There's a major problem with the Toronto municipal election
Diwali, a religious and cultural festival of lights celebrated by Hindus, Sikhs and Jains falls on Oct. 24 this year, the same day municipal elections will be held across the province as per a fixed election date.
Hundreds of Ontarians are criticizing the municipal election date, claiming the overlap will cost thousands of South Asian voters proper representation in the upcoming election.
I support the Indo-Caribbean Canadian Association’s request of Queen’s Park that the municipal election date be changed so it doesn’t fall on Diwali. I agree whole heartedly that voters should never have to choose between their religious observances and their civic duties. pic.twitter.com/gZ9jj2v0ZZ— Josh Matlow (@JoshMatlow) September 28, 2022
The crossover between the municipal election date and the festival means some voters will have to choose between celebrating the holiday and their civic duties.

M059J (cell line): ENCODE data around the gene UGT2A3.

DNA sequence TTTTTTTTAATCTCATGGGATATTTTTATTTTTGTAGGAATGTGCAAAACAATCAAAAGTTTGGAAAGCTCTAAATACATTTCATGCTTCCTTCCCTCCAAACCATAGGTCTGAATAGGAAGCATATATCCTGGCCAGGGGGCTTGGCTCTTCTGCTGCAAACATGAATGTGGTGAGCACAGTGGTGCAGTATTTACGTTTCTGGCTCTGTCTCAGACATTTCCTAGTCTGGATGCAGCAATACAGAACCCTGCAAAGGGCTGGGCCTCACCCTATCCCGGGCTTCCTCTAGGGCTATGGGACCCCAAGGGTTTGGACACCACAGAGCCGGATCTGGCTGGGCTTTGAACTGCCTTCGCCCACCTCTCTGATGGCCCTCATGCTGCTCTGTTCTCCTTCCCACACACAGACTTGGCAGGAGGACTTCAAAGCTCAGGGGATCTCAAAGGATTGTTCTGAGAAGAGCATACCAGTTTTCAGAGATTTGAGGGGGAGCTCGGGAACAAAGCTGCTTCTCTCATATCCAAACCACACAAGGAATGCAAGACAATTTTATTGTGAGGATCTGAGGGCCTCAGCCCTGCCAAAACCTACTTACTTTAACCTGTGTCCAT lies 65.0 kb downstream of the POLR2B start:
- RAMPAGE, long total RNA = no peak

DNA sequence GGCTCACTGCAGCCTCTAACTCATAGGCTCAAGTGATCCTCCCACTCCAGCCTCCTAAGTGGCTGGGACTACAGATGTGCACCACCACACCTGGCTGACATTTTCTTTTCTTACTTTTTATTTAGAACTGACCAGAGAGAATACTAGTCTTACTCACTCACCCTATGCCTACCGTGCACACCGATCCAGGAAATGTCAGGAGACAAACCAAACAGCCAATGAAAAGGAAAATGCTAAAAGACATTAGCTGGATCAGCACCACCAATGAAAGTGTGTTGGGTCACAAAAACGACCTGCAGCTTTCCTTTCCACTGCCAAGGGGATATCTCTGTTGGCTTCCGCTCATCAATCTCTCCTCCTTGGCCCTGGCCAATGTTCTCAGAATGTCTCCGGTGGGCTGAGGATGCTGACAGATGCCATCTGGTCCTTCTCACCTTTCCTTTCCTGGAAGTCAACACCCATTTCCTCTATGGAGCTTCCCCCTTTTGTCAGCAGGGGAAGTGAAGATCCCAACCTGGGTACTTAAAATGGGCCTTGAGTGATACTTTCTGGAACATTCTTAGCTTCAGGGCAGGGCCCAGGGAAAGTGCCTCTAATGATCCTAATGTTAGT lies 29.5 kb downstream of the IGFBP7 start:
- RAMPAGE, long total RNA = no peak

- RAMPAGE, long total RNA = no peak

Approx 10% of #Toronto's population identifies as one of the religions that would assumingly celebrate #Diwali. With voter turn out at an all time low, hosting a municipal election on Diwali sends a troublesome message to Torontos already racialized and marginalized citizens.— Neil Orlowsky Ph.D. 🍁 (@norlowsky) September 27, 2022
Municipal election dates are fixed under a provincial act, and the government is suggesting to those who can't make it to the polls on election day to vote by mail, through advance voting stations, or by proxy.
South Asian individuals make up huge proportions of some of the province's largest cities: Toronto (17 per cent), Markham (18 per cent), Mississauga (23 per cent), and Brampton (44 per cent).
The city says it is sending more information to culture centres and places of worship in languages such as Punjabi, Hindi, and Gujarati in order to provide diverse communities with voting details.
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